This well-written volume about managing in an environment of constant change takes as its context complexity theory--the decade-old scientific perspective often associated with the Santa Fe Institute and concepts such as artificial life. The authors--Shona L. Brown, a consultant with McKinsey & Co., and Kathleen M. Eisenhardt, a Stanford University professor--emphasize examples of successful management that are as complex and unexpected as the theory itself. The authors distill 10 rules of strategy, organization and leadership for competing on the edge and then compare them with traditional rules of management. For those who can live with fundamental ambiguity, the examples make clear how powerful and successful this unorthodox approach can be. -- Upside, Stephen E. DeLong
Top Customer Reviews
This book should be required reading for anyone who manages, does business with, invests in, or regulates--or plans to do so--firms in fast-moving environments.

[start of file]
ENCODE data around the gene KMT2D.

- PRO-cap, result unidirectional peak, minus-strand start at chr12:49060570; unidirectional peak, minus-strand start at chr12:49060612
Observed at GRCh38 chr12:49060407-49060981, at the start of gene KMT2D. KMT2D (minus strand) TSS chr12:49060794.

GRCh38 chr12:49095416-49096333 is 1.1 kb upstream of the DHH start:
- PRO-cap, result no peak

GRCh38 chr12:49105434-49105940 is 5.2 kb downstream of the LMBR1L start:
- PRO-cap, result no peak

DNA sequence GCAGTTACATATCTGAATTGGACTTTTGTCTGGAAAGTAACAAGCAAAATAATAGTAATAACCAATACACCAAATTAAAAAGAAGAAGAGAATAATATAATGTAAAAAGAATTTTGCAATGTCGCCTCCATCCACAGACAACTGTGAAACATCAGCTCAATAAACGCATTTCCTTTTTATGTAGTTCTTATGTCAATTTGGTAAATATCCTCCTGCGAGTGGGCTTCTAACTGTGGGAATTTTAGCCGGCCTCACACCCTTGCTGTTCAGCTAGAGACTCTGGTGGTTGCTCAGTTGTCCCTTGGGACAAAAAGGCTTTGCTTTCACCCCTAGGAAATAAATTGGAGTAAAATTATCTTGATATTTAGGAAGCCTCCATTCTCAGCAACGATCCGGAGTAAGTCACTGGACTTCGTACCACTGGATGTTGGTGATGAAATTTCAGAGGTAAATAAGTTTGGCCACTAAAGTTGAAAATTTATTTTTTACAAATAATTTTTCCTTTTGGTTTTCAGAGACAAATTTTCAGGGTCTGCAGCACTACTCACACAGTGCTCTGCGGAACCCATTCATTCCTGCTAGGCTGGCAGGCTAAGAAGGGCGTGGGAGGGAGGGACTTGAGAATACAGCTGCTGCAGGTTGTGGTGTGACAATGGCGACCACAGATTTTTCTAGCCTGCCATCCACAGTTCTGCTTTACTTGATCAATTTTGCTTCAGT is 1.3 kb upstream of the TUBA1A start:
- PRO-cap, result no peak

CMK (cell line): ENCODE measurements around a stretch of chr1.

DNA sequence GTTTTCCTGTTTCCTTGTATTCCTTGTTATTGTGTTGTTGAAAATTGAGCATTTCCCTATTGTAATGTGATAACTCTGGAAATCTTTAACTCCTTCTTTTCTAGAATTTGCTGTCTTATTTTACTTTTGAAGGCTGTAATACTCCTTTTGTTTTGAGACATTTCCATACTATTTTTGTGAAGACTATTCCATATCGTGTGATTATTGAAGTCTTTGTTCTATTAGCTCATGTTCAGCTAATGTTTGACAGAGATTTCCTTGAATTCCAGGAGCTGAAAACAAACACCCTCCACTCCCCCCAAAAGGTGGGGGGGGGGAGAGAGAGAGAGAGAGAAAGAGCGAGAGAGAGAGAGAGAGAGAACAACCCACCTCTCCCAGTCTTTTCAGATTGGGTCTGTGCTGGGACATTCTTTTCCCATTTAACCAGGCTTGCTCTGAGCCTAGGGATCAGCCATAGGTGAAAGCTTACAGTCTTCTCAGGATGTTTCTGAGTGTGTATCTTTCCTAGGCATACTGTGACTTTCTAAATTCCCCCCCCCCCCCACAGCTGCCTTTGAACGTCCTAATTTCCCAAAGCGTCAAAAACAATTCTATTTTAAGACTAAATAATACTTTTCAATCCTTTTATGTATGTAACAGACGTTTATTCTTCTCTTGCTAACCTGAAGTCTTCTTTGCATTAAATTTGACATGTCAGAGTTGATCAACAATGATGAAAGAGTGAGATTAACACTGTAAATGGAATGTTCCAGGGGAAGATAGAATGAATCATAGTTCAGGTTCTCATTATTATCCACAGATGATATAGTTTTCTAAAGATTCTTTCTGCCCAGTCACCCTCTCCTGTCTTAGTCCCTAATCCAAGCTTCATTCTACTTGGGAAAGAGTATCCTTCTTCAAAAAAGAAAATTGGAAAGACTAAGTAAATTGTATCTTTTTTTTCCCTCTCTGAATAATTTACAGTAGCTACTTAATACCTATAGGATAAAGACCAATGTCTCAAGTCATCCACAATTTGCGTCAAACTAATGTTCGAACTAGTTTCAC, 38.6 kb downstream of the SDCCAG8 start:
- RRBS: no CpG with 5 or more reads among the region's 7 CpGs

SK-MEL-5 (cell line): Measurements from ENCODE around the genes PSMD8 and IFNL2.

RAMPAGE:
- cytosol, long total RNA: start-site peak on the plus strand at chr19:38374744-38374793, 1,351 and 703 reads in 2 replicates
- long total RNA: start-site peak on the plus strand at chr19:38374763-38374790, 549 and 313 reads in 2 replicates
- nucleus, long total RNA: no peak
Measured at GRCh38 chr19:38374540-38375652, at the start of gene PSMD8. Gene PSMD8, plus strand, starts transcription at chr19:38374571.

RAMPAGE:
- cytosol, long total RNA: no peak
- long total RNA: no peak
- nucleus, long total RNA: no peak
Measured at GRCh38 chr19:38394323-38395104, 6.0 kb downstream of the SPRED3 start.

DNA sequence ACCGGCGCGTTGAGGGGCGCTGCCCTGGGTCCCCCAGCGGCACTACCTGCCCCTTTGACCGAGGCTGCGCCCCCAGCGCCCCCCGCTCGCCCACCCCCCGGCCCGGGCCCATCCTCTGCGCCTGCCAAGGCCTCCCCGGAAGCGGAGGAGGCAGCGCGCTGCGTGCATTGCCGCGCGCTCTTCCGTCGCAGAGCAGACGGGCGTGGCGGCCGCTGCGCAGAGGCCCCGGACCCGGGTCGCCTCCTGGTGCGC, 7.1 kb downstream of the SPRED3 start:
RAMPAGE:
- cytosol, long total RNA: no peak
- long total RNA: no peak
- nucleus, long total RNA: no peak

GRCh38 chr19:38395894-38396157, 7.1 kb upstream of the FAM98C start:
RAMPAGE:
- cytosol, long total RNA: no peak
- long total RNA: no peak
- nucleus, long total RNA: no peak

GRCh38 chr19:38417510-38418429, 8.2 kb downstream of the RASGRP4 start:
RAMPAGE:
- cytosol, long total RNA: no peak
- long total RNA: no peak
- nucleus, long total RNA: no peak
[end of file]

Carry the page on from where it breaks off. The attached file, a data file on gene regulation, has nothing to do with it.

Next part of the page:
The authors identify three key concepts to managing change on a continuous basis: managing on the edge of chaos, managing on the edge of time and time pacing. Each of these concepts is illustrated via the identification and explication of a series of "traps" that, should the managers fall in, result in their companies becoming non-competitors in their industries. The traps are, in turn, detailed by references to a set of disguised studies that form the underpinning for concepts, and brought to life by reference to reinterpreted information about a variety of organizations that have appeared in the business and popular press. One aspect of the book that managers, especially, should appreciate-for Brown and Eisenhardt strategic management does not mean strategy formulation alone; it also includes implementation
The book is eminently readable, with a scattering of side-bar boxes containing specific information on concepts raised in the text. The examples employed are nothing short of innovative--when is the last time you saw a management book that used the ecology of a prairie, caribou hunting and the Tour de France to illustrate points about strategy?